HL Deb 21 June 1808 vol 11 cc958-9

On the motion that this bill do pass,

The Earl of Selkirk

renewed his objection to the measure. He wished it to be confined to the age between 18 and 25; and thus it would have the effect of training the whole body of the youth of Great Britain to the use of arms. He was anxious the bill should be freed from the inconvenience and difficulties under which other measures of this nature were known by experience to be liable. Above all, he wished to abolish the ballot; with that view he should move an amendment, to omit in the preamble of the bill the words "and balloted."

Earl Stanhope

supported the motion. He was desirous the bill should rest on the principle of the militia act, not on the principle of the modern acts. He wished it to approach in its nature to the old posse comitatus of that great man king Alfred: that was the true ground on which to build on a large scale the means of defending the country against invasion, the danger of which was more real than many people were disposed to imagine. Such was the kind of force most likely to make a solid and secure opposition to an invasion; not your large standing armies. Austria, Prussia, Italy, and all the old governments, which fell like ninepins before the attack of the French, had such armies; but they were not such a force as he thought should and might now be organized in this country, and on which alone it must rely for its defence and security.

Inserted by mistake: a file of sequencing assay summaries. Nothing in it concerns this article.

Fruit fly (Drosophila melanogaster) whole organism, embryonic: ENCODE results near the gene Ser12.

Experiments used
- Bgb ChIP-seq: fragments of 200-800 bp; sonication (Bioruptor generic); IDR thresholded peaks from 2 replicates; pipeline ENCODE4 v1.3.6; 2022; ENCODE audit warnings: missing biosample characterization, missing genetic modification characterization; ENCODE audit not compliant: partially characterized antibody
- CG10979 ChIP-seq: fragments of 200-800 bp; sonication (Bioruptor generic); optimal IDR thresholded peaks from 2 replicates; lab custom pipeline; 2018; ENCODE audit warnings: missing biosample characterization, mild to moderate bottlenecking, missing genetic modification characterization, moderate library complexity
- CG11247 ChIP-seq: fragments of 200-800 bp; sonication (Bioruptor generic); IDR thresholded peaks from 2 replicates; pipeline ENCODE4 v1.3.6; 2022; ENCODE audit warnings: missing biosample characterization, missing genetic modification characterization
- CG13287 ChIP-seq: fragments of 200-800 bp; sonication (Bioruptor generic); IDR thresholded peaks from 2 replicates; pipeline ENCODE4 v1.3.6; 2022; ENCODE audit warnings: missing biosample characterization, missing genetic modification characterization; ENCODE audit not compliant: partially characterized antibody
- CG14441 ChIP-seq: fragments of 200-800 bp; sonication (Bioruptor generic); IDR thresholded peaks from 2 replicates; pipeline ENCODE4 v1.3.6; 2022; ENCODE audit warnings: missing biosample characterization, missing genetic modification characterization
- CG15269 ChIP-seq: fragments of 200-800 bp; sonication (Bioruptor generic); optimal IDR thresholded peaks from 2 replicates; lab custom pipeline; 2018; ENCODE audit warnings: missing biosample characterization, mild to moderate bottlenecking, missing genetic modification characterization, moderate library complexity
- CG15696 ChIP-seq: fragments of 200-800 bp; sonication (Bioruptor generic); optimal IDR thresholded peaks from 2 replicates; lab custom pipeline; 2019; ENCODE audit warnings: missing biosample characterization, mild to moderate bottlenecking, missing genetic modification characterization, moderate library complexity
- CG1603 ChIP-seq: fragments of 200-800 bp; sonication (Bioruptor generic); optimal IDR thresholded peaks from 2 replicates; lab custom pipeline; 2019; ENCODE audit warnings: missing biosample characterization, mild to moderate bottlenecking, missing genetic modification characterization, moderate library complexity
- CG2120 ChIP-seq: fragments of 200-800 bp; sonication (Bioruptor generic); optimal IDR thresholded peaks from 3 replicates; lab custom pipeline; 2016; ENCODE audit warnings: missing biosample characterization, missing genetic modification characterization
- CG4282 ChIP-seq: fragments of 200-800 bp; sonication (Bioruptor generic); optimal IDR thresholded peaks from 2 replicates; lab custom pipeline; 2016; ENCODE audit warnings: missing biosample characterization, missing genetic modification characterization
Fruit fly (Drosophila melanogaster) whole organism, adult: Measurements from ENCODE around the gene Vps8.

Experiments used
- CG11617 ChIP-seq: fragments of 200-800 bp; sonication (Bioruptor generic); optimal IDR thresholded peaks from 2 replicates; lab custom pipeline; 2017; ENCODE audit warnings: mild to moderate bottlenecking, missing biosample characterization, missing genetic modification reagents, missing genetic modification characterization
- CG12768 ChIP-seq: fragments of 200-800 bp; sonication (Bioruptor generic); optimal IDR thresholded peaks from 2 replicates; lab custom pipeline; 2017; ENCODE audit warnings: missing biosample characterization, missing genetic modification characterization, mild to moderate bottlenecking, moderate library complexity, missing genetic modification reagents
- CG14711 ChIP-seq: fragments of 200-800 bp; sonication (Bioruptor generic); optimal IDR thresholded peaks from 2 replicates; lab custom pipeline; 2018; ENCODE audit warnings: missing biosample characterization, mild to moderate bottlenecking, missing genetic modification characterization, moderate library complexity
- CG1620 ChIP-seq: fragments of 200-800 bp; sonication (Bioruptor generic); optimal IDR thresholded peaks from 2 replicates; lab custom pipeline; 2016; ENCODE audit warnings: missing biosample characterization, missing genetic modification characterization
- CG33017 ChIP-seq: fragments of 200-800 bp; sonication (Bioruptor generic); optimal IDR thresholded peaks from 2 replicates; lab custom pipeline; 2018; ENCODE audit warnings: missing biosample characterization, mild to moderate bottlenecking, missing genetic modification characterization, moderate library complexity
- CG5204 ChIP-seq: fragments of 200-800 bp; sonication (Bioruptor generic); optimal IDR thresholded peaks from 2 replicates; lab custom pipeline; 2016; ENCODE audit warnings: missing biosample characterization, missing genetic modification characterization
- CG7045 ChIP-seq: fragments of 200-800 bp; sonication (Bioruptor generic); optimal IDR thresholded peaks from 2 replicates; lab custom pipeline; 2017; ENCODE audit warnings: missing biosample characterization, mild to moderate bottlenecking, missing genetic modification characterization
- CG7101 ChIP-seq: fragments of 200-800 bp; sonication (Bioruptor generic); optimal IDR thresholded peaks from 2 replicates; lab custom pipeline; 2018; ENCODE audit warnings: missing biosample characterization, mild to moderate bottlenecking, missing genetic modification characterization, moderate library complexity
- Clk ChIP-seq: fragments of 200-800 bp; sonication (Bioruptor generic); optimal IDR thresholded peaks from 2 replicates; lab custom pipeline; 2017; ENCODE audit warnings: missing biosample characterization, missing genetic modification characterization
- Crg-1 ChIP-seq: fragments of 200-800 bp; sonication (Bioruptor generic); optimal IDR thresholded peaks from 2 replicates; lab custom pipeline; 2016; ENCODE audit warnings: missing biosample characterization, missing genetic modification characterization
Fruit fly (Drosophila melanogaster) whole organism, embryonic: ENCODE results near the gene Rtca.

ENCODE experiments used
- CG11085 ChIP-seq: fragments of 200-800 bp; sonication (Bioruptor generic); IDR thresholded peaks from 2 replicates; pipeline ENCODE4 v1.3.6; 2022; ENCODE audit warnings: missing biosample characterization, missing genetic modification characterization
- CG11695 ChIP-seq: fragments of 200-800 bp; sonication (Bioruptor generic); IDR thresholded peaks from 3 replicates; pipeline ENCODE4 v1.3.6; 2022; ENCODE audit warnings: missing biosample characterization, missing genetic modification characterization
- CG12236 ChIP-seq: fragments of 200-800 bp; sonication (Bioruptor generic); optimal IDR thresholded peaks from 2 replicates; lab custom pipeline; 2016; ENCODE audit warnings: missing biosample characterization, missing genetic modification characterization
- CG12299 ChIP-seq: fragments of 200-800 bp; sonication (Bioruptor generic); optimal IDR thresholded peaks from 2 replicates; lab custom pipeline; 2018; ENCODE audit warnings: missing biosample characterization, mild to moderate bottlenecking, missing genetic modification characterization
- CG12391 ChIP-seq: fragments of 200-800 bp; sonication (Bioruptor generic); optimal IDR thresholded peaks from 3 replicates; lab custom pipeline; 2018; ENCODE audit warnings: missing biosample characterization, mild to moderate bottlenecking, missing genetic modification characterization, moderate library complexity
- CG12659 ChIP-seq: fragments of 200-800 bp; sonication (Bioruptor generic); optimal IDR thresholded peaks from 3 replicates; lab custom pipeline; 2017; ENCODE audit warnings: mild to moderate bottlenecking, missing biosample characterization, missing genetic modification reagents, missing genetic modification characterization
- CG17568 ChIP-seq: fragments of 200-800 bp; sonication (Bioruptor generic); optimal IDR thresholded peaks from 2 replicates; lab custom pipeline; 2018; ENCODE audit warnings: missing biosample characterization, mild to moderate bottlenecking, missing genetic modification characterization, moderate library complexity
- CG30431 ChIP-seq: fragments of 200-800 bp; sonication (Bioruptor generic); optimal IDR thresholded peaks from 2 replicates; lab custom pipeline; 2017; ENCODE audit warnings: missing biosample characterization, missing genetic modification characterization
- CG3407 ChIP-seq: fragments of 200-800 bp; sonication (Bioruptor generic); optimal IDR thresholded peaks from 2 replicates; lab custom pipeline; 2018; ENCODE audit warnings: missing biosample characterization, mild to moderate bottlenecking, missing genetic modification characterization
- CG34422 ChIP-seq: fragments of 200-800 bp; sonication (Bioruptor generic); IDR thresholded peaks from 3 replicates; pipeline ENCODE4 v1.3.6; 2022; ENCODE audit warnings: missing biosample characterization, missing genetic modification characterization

Lord Hawkesbury

observed, that the principle of the old posse comitatus was excellent in theory; but like most things which were very specious in theory, it was most inconvenient and insufficient in practice. What the state of the country now called for was, a force permanent in time of peace and of war; and which, by providing such permanent means of defence to co-operate with the already existing force, would provide the means of permanent resistance to a permanent danger. He therefore did not see the use of the amendment.

Lord Sidmouth

distinguished between the plan of his noble friend (lord Selkirk) and that recommended by the noble earl. His noble friend was for so modelling the measure as to make it operate in training the whole body of the youth of the country to the use of arms. In that plan he willingly acquiesced; but if the amendment of his noble friend should be rejected, he should give his support to the present bill, as approximating next to that which he thought would best accomplish the object which government had in view, and which the nature of the times made indispensably necessary.

After a few observations from lord Radnor, lord Selkirk's amendment was negatived without a division.

The Earl of Radnor

proposed an amendment to secure persons balloted for in the training act, from serving in the local militia. This amendment, after a few words from lord Hawkesbury and lord Stanhope, was also negatived; after which the bill was passed.